Assets under management in private banking have increased from €271bn in 2007 to €599bn in 2021, despite the implementation of the automatic exchange of financial information and against all expectation by its neighbouring countries, Fabio Mandorino, senior advisor at the Luxembourg Bankers’ Association (ABBL) noted in an interview in Kirchberg on 9 August 2023.
Who were the presumed tax dodgers in Luxembourg?
“The mass affluent clients, largely from liberal professions in neighbouring countries (France, Germany and Belgium), accounted for more than half of the clients of the private banks in Luxembourg in 2013,” said Bernard Lhoest, a former banking leader at EY, now retired, in Delano’s office on 28 July 2023. “Tax evasion was enormous.”
Lhoest added that “after 2013, there were no more interest for them to stay.” The private banks were nervous about the adverse consequences of potentially losing so many private clients classified as non-residents.
Contrary to Switzerland, where small and large banks have been impacted by stiff penalties from the US Department of Justice, the non-resident “American private clients were few in Luxembourg as its private banks were focussed on Europe,” Camille Seillès, secretary general at the Luxembourg Bankers’ Association (ABBL), told Delano during an interview in Kirchberg on 26 July 2023.
“The end of banking secrecy for non-residents in Luxembourg accelerated the positioning of some private banks and certain evolutions which were anyway unescapable,” stated Seillès.
“As more than half of the banks in Luxembourg had no private banking activities […], the end of banking secrecy did not raise concerns, a non-event, on the financial system’s stability, but rather raised doubt about the permanent nature of certain [pure-play] private banks,” said Seillès.
[Liberal professionals] were replaced by the ultra-high-net-worth individuals, or UHNWI, with several millions in assets.
He noted that many shut down while other have struggled to adapt. He recalled Jean Guill, former director general at Luxembourg’s financial regulator, who said in April 2012 that private banks with a business model based on non-declared assets were unsustainable.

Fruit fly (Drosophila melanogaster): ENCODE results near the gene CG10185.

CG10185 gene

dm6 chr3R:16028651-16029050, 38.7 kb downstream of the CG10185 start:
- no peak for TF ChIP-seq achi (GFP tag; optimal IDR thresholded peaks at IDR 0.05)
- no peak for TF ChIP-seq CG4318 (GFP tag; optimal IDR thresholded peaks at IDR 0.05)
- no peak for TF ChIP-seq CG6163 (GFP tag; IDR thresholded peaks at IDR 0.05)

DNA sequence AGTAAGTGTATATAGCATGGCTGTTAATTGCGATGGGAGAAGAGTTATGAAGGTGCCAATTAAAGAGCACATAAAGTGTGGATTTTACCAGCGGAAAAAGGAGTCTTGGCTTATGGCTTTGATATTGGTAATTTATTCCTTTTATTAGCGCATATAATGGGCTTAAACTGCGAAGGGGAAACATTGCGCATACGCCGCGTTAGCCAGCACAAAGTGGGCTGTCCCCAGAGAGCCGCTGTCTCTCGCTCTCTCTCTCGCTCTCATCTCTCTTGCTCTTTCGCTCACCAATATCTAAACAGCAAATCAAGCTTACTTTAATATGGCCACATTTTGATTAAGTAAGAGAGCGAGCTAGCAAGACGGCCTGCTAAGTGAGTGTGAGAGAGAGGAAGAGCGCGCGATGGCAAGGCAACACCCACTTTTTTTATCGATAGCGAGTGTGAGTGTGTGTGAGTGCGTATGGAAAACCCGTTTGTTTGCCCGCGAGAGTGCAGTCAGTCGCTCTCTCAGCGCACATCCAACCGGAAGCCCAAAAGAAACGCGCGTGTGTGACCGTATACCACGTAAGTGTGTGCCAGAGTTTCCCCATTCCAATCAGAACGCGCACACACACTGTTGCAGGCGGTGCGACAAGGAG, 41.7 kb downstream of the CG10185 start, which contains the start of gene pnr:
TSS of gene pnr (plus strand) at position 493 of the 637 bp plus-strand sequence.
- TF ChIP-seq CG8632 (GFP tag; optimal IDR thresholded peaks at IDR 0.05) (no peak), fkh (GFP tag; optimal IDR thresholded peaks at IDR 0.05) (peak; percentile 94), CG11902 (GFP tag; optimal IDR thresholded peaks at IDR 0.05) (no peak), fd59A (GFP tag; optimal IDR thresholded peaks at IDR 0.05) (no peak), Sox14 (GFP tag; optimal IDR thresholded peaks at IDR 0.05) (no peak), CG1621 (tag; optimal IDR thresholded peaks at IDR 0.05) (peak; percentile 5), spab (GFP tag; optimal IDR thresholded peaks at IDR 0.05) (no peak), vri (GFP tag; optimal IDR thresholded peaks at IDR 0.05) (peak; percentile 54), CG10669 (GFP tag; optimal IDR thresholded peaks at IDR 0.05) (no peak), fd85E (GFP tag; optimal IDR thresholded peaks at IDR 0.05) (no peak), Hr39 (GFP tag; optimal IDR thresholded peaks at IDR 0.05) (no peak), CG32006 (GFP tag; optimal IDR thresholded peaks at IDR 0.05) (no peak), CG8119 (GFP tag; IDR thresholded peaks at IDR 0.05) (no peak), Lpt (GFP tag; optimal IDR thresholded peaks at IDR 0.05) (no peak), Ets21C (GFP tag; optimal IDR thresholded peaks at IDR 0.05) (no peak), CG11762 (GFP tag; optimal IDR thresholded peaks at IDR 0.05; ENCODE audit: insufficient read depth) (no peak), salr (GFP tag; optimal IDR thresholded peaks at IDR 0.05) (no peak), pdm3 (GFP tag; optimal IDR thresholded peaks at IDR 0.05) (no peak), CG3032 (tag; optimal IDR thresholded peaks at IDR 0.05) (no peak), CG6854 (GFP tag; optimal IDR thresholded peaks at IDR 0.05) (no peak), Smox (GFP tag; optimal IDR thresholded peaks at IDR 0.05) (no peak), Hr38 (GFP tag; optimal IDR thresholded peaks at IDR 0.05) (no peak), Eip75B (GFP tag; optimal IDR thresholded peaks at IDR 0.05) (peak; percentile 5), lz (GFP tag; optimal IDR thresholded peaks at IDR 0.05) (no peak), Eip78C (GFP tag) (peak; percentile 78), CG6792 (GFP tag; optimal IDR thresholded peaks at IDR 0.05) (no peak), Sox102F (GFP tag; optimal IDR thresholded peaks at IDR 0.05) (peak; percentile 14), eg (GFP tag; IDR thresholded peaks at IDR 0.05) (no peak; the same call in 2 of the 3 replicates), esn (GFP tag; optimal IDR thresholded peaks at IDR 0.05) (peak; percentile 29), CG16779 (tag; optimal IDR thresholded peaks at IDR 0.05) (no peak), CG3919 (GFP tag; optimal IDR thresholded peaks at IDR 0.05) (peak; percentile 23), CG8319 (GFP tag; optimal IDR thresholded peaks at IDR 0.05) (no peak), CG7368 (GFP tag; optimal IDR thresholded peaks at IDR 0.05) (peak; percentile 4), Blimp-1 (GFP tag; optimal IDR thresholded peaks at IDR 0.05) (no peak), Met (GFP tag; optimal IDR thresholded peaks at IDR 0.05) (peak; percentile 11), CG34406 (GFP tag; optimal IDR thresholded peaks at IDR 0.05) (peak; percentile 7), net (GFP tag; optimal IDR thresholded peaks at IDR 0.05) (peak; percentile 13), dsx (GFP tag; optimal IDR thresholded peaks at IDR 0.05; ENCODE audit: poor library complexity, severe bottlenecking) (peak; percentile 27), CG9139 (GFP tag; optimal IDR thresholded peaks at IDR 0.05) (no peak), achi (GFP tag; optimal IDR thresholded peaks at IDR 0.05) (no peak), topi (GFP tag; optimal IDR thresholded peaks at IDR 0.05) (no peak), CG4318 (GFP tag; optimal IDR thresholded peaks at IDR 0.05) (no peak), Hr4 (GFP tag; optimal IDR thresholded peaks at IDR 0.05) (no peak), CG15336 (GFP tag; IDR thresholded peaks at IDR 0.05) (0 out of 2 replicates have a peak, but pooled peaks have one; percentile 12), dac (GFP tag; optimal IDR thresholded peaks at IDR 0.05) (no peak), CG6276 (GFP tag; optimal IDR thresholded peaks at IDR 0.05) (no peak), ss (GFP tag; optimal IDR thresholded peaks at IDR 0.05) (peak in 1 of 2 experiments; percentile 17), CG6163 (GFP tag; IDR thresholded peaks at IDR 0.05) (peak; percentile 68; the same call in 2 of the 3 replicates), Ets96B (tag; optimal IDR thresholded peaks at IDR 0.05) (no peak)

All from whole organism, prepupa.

New opportunities for private banks willing to adapt
The end of banking secrecy has also created opportunities, as part of the financial assets deposited by non-residents under grey motivations and/or for rainy days were suddenly opportunities for Luxembourg bankers who could start discussing remaining assets in based in other countries with comprehensive solutions for their clients.
“Instead, they [liberal professionals] were replaced by the ultra-high-net-worth individuals, or UHNWI, with several millions in assets,” said Lhoest. Indeed, Mandorino noted in a research report published by the ABBL and KPMG that the greatest growth was in the >€20m band, a group that accounted for 61% of the private bank assets in 2021 against 41% in 2011.
Mandorino thought that this clientele is complex with multijurisdictional issues. Facilitated by the introduction of the regulation on the exchange of information and a knowhow built upon the success of Ucits (undertaking for collective investment in transferable securities) products, he observed that Luxembourg private banks can deploy a team of experts to address international tax and legal challenges to offer a palette of services that cannot be found, he claimed, in France or Germany.
The Luxembourg toolbox
Lhoest explained that Luxembourg’s private banking hub, life insurance hub and asset management industry were a powerful combination. The so-called “Luxembourg toolbox” enables UHNWIs, such as successful entrepreneurs, to structure their assets with various products (SCSp, alternative investment funds (AIF)) to minimise the annual tax charges and to efficiently manage succession planning while staying transparent and within the law. Mandorino also mentioned that the société de participations financiéres, or Soparfi, is a preferred structure in the wealth management industry, accounting for 30% of financial constructions.
As part of the Luxembourg toolbox, Mandorino explained that the so-called “hook products” enabled private banks to complement their offering with philanthropy structures and facilitate the management and financing of art collections through the freeport at Findel.
Mandorino noted that local private banks saw an increase of assets coming from the UK and Switzerland on the back of Brexit to maintain access to the single market, from Italy and Spain due to their unstable regulatory framework, and from Eastern Europe but at a low level.
Neighbouring countries have tried to replicate the Luxembourg toolbox, but Luxembourg has managed to stay ahead of its competitors thanks to an ecosystem of specialists (consultants, tax advisors, lawyers) that meet regularly to discuss challenges, as well as the creation of new products to keep the toolbox at the vanguard, explained Mandorino.
No groundbreaking regulations. Just a helpful evolution
Lhoest explained that regulation on SCSp (Luxembourg) and AIFs (EU) greatly helped Luxembourg over the last 10 years to attract new type of clients. He thought that the success of Ucits contributed to the success of AIFs in Luxembourg, which now “account for 10% of the world’s private equity assets against zero 15 years ago.”
Lhoest observed that private investments have become an integral part of the offering of private banks after setting up their own desk or after having established partnerships with external asset managers.